Thanks to these moves, TCPL’s revenues have scaled up from Rs 7,252 crore in FY19 to Rs 12,425 crore in FY22, while its profits have gone from Rs 457 to Rs 1,017 crore. Though many of TCPL’s food forays are recent, the market has already bought into a new growth script, re-rating the stock from 30-40 times earnings to over 70-100 times in the past year. This has led to the stock price zooming 38% in 3 years.   

Change in sector perception

While thus far we have seen company-specific cases of re-rating, a more common occurrence is the market bidding up the PE multiple of an entire sector because its perception of it has undergone a sea change. 

A striking example of this is the auto ancillary industry in the last three years. Most auto ancillary stocks were battered ruthlessly in 2020, as investors took a doomsday view of their prospects after the advent of electric vehicles. With the government erecting multiple regulatory roadblocks in the way of conventional vehicles and making a big push for EVs, markets significantly de-rated not just auto OEMs but also their ancillary suppliers.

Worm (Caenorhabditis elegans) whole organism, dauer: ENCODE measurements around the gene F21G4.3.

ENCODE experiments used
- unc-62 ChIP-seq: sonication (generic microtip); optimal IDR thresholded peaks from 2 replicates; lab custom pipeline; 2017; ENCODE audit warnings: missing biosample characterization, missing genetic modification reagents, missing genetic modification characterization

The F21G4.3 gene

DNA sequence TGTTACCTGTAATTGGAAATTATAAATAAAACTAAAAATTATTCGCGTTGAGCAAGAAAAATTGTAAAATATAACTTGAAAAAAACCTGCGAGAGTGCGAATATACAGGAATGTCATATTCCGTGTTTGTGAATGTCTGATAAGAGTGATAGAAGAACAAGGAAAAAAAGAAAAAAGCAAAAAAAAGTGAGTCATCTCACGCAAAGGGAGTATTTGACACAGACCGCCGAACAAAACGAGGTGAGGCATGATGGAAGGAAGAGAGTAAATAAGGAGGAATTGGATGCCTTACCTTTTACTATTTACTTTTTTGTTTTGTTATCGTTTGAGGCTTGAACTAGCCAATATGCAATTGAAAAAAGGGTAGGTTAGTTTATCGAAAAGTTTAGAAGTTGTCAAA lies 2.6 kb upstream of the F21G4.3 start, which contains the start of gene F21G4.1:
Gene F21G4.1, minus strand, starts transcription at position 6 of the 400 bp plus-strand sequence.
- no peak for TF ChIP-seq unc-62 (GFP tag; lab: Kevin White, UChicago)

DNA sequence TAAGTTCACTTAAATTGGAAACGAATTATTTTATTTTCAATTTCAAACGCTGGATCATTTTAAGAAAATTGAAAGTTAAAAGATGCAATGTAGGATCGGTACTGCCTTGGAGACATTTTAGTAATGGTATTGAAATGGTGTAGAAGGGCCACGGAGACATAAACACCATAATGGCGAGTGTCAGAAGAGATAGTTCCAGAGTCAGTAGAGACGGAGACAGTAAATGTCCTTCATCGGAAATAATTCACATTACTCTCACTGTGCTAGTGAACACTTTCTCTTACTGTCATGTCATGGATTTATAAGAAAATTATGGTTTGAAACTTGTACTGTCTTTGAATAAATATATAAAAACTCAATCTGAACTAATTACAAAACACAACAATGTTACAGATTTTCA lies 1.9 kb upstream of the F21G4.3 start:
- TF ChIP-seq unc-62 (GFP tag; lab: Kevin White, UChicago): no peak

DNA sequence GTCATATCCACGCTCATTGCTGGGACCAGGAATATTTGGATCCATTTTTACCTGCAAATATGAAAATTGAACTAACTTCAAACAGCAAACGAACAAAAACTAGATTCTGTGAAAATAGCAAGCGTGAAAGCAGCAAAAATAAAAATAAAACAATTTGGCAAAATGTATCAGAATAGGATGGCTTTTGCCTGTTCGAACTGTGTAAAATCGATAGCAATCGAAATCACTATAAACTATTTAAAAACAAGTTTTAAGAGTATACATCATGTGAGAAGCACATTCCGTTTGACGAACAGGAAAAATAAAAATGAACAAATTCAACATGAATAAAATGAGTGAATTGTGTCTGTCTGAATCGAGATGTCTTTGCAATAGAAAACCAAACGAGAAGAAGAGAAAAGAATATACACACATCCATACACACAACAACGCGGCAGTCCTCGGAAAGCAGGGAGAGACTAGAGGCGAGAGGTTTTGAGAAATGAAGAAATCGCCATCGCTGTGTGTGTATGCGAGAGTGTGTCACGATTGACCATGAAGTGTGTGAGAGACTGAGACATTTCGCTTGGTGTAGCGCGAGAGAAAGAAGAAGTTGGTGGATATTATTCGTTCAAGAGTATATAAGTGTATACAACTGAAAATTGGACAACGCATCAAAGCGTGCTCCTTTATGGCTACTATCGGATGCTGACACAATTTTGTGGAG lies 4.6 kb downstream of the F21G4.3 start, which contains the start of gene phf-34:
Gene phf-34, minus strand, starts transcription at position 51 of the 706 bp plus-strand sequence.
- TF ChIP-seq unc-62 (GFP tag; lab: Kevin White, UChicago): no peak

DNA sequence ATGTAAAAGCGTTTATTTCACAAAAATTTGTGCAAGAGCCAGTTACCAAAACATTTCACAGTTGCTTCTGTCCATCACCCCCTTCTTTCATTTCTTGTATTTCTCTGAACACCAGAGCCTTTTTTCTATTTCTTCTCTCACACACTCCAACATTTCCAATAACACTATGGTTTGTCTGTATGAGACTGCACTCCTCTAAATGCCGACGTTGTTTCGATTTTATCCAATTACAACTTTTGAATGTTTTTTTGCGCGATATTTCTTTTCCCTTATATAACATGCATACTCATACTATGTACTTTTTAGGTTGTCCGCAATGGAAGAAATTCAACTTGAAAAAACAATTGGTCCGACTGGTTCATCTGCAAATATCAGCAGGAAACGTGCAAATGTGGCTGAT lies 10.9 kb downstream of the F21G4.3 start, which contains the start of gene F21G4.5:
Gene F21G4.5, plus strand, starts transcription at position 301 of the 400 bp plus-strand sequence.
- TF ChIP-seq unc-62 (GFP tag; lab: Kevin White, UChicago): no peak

But subsequent data has shown this pessimism to be overdone. Leading auto ancillary players have in fact been preparing well ahead for the EV transition by upgrading their manufacturing capabilities from simple casting, forging or sheet metal parts to more sophisticated solutions that enhance passenger comfort, convenience or safety or cater to the ancillary needs of new-age EV vehicles. 

Uno Minda (Minda Industries), for example, managed to evolve from being a supplier of switches, lamps and horns to automobile-makers to a supplier of high-end acoustics, lighting, security, alloy wheel and telematics solutions. A combination of inorganic acquisitions and greenfield expansion have helped this transition. The stock’s 55% CAGR in the last ten years has been propped up by its PE expanding from a modest 11-12 times ten years ago to 50-60 times. Multi-baggers such as JBM Auto, Bharat Forge, Lumax also have a similar story to relate, of markets over-estimating business risks from the EV transition, only to have the company overcome them.   

However, investors looking for multi-bagger ideas need to be a bit wary of entire sectors that suddenly enjoy a PE re-rating. For every sector that has enjoyed a re-rating with good fundamental reasons, there are many that get re-rated on the back of fanciful themes or big picture ideas without any improvements in the underlying fundamentals. In such cases, where earnings fail to catch up with the exalted PE multiples, big stock price reverses are bound to follow. The re-rating of PE multiples for paint and building material stocks prior to Covid, or the sudden fancy for diagnostic chains or makers of specific drugs during Covid are examples of re-rating that hasn’t sustained.